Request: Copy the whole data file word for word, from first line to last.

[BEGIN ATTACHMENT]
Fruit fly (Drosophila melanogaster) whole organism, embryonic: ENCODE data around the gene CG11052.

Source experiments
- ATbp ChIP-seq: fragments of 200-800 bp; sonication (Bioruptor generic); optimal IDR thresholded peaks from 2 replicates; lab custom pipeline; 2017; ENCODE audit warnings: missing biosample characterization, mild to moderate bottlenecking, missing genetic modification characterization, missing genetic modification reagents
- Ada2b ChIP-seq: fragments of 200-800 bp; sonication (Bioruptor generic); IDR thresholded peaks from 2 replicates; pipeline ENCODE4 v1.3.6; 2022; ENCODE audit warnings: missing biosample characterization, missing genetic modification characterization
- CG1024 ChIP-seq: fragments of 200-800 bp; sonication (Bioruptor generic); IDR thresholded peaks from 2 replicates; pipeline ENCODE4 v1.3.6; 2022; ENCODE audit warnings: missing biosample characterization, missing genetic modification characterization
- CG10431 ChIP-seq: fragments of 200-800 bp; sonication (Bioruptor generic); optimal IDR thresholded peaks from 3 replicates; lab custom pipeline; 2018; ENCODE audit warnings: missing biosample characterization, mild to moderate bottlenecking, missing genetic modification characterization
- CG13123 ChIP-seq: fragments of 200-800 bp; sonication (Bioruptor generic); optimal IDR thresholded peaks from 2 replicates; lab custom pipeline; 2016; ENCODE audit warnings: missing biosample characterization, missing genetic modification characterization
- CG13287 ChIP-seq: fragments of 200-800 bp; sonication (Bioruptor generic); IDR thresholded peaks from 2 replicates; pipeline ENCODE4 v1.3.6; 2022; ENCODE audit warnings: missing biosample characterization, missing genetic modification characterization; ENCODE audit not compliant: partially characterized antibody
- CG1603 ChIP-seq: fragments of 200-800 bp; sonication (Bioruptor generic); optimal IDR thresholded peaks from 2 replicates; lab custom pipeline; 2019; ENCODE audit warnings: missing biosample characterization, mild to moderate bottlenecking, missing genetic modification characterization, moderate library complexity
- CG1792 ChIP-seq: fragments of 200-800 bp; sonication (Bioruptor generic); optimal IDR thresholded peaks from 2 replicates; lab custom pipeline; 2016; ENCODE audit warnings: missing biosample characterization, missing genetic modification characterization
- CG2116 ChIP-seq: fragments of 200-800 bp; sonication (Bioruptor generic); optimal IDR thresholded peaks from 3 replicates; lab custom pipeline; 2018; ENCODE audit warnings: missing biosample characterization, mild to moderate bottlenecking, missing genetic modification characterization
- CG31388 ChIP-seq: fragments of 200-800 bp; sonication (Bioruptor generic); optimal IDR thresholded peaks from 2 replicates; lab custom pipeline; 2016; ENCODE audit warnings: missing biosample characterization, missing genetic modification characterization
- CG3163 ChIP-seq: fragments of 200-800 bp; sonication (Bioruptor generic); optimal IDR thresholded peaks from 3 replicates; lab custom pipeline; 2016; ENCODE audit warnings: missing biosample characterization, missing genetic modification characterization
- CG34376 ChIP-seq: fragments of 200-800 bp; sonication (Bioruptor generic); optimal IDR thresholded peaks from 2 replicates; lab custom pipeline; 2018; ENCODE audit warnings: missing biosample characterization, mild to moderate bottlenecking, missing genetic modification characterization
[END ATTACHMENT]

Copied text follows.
Fruit fly (Drosophila melanogaster) whole organism, embryonic: ENCODE data around the gene CG11052.

Source experiments
- ATbp ChIP-seq: fragments of 200-800 bp; sonication (Bioruptor generic); optimal IDR thresholded peaks from 2 replicates; lab custom pipeline; 2017; ENCODE audit warnings: missing biosample characterization, mild to moderate bottlenecking, missing genetic modification characterization, missing genetic modification reagents
- Ada2b ChIP-seq: fragments of 200-800 bp; sonication (Bioruptor generic); IDR thresholded peaks from 2 replicates; pipeline ENCODE4 v1.3.6; 2022; ENCODE audit warnings: missing biosample characterization, missing genetic modification characterization
- CG1024 ChIP-seq: fragments of 200-800 bp; sonication (Bioruptor generic); IDR thresholded peaks from 2 replicates; pipeline ENCODE4 v1.3.6; 2022; ENCODE audit warnings: missing biosample characterization, missing genetic modification characterization
- CG10431 ChIP-seq: fragments of 200-800 bp; sonication (Bioruptor generic); optimal IDR thresholded peaks from 3 replicates; lab custom pipeline; 2018; ENCODE audit warnings: missing biosample characterization, mild to moderate bottlenecking, missing genetic modification characterization
- CG13123 ChIP-seq: fragments of 200-800 bp; sonication (Bioruptor generic); optimal IDR thresholded peaks from 2 replicates; lab custom pipeline; 2016; ENCODE audit warnings: missing biosample characterization, missing genetic modification characterization
- CG13287 ChIP-seq: fragments of 200-800 bp; sonication (Bioruptor generic); IDR thresholded peaks from 2 replicates; pipeline ENCODE4 v1.3.6; 2022; ENCODE audit warnings: missing biosample characterization, missing genetic modification characterization; ENCODE audit not compliant: partially characterized antibody
- CG1603 ChIP-seq: fragments of 200-800 bp; sonication (Bioruptor generic); optimal IDR thresholded peaks from 2 replicates; lab custom pipeline; 2019; ENCODE audit warnings: missing biosample characterization, mild to moderate bottlenecking, missing genetic modification characterization, moderate library complexity
- CG1792 ChIP-seq: fragments of 200-800 bp; sonication (Bioruptor generic); optimal IDR thresholded peaks from 2 replicates; lab custom pipeline; 2016; ENCODE audit warnings: missing biosample characterization, missing genetic modification characterization
- CG2116 ChIP-seq: fragments of 200-800 bp; sonication (Bioruptor generic); optimal IDR thresholded peaks from 3 replicates; lab custom pipeline; 2018; ENCODE audit warnings: missing biosample characterization, mild to moderate bottlenecking, missing genetic modification characterization
- CG31388 ChIP-seq: fragments of 200-800 bp; sonication (Bioruptor generic); optimal IDR thresholded peaks from 2 replicates; lab custom pipeline; 2016; ENCODE audit warnings: missing biosample characterization, missing genetic modification characterization
- CG3163 ChIP-seq: fragments of 200-800 bp; sonication (Bioruptor generic); optimal IDR thresholded peaks from 3 replicates; lab custom pipeline; 2016; ENCODE audit warnings: missing biosample characterization, missing genetic modification characterization
- CG34376 ChIP-seq: fragments of 200-800 bp; sonication (Bioruptor generic); optimal IDR thresholded peaks from 2 replicates; lab custom pipeline; 2018; ENCODE audit warnings: missing biosample characterization, mild to moderate bottlenecking, missing genetic modification characterization